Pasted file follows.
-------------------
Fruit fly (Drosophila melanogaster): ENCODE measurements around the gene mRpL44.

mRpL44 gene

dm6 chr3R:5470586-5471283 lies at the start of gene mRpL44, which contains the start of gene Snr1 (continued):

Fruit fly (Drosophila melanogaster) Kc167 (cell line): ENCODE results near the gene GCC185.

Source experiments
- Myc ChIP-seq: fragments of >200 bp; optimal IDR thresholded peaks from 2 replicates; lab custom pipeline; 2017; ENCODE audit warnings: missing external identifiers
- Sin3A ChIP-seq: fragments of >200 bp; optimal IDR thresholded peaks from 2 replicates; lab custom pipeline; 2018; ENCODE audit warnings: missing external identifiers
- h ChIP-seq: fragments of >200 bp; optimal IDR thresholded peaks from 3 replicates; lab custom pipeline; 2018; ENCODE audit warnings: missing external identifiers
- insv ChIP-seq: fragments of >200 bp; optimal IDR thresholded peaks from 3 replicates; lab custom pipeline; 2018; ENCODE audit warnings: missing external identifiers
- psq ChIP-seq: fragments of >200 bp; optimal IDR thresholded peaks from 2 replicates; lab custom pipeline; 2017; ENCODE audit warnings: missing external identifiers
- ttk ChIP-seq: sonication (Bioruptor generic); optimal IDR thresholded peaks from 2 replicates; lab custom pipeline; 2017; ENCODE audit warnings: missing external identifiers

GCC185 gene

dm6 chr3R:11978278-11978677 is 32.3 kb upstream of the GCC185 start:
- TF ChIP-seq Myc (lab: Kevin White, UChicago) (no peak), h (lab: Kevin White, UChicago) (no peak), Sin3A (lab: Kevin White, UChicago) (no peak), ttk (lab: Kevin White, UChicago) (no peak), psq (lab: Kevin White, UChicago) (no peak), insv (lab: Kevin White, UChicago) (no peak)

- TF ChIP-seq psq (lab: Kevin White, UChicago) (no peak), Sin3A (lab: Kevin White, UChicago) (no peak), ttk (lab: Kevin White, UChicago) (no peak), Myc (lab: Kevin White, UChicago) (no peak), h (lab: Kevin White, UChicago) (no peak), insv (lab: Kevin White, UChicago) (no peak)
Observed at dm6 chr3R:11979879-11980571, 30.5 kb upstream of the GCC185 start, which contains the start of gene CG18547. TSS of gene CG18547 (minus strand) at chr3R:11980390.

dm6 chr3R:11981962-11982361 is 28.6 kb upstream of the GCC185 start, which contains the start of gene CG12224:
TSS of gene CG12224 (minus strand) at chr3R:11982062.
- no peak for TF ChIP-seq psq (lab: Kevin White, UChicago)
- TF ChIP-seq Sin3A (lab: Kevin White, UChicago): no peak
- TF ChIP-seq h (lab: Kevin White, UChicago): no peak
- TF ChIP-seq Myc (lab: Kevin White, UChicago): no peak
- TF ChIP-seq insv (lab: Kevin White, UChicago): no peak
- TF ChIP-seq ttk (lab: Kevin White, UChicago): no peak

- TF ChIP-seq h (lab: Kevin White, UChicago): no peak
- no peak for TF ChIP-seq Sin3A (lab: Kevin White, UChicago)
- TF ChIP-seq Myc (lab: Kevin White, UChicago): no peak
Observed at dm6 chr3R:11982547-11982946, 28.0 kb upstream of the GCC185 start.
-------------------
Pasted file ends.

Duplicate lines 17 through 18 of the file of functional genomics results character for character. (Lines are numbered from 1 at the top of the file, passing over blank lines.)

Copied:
dm6 chr3R:11981962-11982361 is 28.6 kb upstream of the GCC185 start, which contains the start of gene CG12224:
TSS of gene CG12224 (minus strand) at chr3R:11982062.